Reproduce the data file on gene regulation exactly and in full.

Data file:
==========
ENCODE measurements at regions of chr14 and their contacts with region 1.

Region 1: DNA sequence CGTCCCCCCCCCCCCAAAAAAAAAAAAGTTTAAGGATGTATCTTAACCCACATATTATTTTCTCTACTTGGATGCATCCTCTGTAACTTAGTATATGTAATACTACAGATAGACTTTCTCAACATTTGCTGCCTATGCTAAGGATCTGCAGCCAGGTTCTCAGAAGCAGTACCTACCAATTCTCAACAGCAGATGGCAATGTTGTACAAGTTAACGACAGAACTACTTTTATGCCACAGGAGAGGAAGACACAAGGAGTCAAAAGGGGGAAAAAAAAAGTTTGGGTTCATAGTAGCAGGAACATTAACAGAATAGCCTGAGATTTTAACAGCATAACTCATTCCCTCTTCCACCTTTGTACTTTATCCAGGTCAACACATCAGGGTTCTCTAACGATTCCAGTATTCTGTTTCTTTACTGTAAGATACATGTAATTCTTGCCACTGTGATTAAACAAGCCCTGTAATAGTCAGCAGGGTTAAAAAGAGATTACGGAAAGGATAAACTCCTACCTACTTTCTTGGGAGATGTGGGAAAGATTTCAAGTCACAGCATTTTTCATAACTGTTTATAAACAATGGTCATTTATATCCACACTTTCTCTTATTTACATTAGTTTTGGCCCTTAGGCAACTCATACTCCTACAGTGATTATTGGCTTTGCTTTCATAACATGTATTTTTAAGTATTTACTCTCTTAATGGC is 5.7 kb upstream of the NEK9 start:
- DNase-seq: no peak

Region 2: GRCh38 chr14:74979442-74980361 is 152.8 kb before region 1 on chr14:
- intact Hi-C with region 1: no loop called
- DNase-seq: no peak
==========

ENCODE measurements at regions of chr14 and their contacts with region 1.

Region 1: DNA sequence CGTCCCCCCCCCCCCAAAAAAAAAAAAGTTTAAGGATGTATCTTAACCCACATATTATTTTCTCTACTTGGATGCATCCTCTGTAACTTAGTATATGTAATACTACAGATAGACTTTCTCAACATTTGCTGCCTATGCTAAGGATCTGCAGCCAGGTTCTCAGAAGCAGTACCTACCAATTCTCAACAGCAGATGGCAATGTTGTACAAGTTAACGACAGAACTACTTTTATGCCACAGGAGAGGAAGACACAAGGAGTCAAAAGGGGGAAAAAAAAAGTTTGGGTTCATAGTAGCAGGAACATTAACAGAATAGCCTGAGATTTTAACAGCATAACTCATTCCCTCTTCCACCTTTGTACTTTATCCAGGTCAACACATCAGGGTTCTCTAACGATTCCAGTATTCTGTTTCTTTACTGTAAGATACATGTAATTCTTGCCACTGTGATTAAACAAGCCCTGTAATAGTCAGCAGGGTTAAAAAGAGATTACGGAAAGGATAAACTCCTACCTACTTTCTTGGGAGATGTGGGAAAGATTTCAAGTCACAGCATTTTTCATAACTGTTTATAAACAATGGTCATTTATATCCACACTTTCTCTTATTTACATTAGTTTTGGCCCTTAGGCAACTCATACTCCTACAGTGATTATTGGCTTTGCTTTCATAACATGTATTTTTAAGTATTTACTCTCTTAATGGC is 5.7 kb upstream of the NEK9 start:
- DNase-seq: no peak

Region 2: GRCh38 chr14:74979442-74980361 is 152.8 kb before region 1 on chr14:
- intact Hi-C with region 1: no loop called
- DNase-seq: no peak